Axa Sun Life Services plc v Campbell Martin and Others

[2011] EWCA Civ 133

Entire agreement clauses are frequently relied upon in an attempt to prevent one party from asserting that the written contract is not the sole repository of the terms of the contract and that there is another term of that contract which has been broken by the other party. The defendants here were appointed to act as AXA’s authorised representative to sell investment and other products on its behalf. In each case the agreement, which was in AXA’s standard form, had been terminated and AXA was claiming outstanding monies. The defendants argued that the standard agreement incorporated certain implied terms imposing obligations on AXA and that they were induced to enter into the agreement by negligent and fraudulent misrepresentations and/or by collateral warranties given by AXA.

AXA said that the defendants were prevented from raising these arguments (other than fraudulent misrepresentation, which cannot be excluded) as a result of clause 24 of the agreement which provided:

"This Agreement and the Schedules and documents referred to herein constitute the entire agreement and understanding between you and us in relation to the subject matter thereof. Without prejudice to any variation as provided in clause 1.1, this Agreement shall supersede any prior promises, agreements, representations, undertakings or implications whether made orally or in writing between you and us relating to the subject matter of this Agreement but this will not affect any obligations in any such prior agreement which are expressed to continue after termination."

The defendants also said that the clause was contrary to the requirements of reasonableness under the Unfair Contract Terms Act 1977.

The CA held that clause 24 did not exclude misrepresentations of fact. The clause only sought to ensure that prior representations did not become terms of the contract. In relation to the implied terms they were implied in order to give business efficacy to the agreements. As such they were intrinsic to the agreements and could not therefore be excluded. Collateral warranties were, however, excluded. The CA thought that the purpose of entire agreement clauses, such as clause 24, was obvious. A clause such as clause 24 gave both sides certainty as to the terms of their contract. "Sensible parties", when faced with a written agreement of the length and detail of the Agreements, would not expect it to be attended by oral collateral agreements, and would expect their contract to be contained in the document they sign.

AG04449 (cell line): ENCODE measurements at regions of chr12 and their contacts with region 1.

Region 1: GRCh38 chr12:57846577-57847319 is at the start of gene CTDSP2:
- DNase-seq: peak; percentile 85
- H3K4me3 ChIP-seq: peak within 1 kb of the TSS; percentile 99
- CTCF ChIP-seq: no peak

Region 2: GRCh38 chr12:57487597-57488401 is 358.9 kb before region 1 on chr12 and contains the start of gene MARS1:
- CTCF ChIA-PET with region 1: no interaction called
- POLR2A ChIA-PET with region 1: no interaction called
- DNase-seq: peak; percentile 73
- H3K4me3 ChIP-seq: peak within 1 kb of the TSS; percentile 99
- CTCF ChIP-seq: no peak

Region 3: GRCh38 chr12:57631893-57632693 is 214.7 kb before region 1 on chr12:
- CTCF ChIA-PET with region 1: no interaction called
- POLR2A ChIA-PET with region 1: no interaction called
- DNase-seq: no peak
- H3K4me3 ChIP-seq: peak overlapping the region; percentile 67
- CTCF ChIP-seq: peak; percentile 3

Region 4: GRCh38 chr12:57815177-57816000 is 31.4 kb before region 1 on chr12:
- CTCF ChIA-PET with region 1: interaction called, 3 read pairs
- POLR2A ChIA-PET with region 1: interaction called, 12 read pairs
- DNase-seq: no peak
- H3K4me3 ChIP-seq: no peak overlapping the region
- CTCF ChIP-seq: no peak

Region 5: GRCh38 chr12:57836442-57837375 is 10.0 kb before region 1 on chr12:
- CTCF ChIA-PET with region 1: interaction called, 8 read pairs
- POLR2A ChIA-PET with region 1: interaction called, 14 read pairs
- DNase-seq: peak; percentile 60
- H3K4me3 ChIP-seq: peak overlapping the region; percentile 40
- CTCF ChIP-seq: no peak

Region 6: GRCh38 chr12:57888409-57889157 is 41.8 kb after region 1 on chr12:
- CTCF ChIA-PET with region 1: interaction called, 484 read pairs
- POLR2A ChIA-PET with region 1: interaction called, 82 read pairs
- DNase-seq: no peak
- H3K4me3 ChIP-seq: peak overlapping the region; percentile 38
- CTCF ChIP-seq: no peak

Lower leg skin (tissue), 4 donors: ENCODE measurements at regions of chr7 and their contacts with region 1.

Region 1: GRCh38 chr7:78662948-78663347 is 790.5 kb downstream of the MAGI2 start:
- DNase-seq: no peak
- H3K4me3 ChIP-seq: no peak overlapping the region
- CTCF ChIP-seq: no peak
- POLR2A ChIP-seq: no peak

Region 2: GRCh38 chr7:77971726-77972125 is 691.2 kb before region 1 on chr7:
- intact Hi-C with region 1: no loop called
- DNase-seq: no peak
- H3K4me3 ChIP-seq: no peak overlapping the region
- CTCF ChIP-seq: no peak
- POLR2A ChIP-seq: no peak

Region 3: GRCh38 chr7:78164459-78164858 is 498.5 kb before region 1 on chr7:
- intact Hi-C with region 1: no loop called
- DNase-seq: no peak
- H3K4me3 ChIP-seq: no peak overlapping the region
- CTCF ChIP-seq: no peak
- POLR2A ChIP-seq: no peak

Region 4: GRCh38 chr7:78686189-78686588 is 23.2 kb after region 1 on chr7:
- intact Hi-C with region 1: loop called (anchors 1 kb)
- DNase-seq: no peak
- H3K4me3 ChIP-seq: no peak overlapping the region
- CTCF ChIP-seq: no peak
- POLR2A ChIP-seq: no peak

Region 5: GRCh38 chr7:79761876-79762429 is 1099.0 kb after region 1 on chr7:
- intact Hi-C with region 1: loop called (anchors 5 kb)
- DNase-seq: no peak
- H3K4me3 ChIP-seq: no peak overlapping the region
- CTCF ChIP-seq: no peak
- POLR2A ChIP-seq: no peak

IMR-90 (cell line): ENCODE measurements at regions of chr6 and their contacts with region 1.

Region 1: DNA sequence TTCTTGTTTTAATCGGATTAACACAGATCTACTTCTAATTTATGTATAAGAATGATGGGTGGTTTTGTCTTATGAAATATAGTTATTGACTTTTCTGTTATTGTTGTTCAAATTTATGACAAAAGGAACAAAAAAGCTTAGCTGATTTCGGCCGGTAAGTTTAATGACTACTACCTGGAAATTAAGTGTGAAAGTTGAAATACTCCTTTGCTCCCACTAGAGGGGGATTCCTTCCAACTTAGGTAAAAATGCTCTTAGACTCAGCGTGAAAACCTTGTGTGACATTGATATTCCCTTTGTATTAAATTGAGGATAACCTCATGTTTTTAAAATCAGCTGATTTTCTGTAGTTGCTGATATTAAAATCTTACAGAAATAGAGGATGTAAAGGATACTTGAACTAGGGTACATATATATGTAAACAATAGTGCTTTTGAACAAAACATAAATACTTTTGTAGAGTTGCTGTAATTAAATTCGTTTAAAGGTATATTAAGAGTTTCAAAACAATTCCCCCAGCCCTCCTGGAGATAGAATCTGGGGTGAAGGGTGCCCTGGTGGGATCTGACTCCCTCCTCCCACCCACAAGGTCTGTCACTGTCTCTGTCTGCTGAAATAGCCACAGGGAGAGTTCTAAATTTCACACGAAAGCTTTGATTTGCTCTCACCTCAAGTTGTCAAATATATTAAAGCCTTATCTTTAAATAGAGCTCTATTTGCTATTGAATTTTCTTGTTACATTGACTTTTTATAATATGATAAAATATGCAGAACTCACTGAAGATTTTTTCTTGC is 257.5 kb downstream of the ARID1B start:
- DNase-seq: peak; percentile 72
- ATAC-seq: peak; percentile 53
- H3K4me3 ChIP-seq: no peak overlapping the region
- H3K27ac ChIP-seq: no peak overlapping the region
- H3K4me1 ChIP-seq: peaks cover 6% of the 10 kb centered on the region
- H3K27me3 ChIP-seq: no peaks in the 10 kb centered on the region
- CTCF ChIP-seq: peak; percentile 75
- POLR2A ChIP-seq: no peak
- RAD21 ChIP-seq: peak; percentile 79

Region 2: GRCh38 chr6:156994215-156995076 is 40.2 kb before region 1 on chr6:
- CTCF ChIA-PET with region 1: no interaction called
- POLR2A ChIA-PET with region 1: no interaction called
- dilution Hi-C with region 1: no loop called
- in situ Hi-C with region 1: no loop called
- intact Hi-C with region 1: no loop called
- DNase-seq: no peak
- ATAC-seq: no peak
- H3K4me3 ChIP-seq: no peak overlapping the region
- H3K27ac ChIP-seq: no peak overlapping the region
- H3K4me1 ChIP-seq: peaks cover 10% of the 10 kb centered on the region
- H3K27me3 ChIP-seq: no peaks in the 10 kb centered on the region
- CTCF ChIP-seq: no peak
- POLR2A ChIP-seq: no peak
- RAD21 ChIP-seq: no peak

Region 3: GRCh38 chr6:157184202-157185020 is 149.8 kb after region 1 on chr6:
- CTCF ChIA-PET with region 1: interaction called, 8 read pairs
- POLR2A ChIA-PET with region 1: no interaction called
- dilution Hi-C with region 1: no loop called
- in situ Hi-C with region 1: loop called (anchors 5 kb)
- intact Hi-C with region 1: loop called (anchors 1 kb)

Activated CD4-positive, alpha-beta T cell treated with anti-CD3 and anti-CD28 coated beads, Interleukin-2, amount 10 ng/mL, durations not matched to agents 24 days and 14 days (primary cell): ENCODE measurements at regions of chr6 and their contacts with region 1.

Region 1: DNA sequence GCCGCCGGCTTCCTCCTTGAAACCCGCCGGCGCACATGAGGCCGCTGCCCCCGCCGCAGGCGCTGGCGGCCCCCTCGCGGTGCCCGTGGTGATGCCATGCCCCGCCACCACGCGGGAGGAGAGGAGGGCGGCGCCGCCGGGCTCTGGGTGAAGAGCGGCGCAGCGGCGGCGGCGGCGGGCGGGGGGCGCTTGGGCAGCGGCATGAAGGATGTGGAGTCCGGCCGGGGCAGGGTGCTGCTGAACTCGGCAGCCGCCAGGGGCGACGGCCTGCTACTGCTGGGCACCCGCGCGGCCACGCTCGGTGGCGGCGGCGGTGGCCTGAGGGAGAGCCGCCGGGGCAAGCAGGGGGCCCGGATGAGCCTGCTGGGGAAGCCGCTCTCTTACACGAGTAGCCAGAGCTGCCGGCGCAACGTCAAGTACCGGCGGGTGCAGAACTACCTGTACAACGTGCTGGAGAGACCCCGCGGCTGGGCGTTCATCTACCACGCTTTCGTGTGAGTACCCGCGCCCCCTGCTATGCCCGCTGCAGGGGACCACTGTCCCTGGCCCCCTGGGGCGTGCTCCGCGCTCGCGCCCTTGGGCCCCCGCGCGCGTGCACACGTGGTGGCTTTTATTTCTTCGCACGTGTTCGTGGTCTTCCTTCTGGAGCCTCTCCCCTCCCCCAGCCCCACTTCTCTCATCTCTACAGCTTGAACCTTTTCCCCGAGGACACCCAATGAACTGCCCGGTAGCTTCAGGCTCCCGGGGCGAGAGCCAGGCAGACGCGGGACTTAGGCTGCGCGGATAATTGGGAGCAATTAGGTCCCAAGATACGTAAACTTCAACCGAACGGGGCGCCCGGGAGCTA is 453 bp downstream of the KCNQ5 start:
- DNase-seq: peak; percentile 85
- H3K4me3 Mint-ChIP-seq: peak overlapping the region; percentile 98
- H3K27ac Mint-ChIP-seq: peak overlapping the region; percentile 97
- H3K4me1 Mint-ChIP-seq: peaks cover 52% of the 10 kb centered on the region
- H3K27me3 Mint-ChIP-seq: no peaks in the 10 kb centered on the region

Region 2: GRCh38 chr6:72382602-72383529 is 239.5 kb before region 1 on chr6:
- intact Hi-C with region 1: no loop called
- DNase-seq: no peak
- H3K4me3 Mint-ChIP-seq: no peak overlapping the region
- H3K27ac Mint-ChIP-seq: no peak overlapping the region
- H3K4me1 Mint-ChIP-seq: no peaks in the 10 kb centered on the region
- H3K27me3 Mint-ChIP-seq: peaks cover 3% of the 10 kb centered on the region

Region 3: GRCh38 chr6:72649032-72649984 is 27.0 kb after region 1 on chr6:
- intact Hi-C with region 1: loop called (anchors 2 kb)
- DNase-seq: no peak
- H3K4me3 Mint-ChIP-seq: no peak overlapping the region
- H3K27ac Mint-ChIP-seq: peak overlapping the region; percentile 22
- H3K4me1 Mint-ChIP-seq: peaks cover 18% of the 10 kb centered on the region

LJ Stanley Burnton said that he had no doubt that clause 24 did not exclude or supersede misrepresentations as to matters that are not the subject of the terms of the Agreement. Notwithstanding the words "This Agreement … constitute the entire agreement and understanding between us in relation to the subject matter thereof" were not sufficiently clear for this purpose. For example, a representation by AXA such as "We are the largest insurance company in the country", if false and relied upon, is not superseded by the clause. The exclusion of liability for misrepresentation has to be clearly stated. It can be done stating the parties’ agreement that there have been no representations made; or that there has been no reliance on any representations; or by an express exclusion of liability for misrepresentation. However, as here talk of the parties’ contract superseding such prior agreement will not by itself absolve a party of misrepresentation.

Further, in relation to the entire agreement clause, the CA said this was subject to Section 3(2)(b)(i) of UCTA and therefore subject to the UCTA reasonableness test. The purpose of such a clause was to provide legal certainty as to the terms of the contract and, in circumstances in which the sums involved in any dispute are likely to be relatively modest, if unchallenged it has the effect of limiting the costs involved in litigation. The agreements were entered into between commercial organisations and within a commercial context. In addition the clause in question was not unusual within the insurance industry. Finally, if the defendants were dissatisfied the agreement could be terminated on only two months notice. Therefore it was reasonable. As financial advisors, the defendants were accustomed to dealing with written agreements and the CA thought it fair to assume that they would generally, if not always, advise their own clients to ensure that they were content with the written terms of their policies.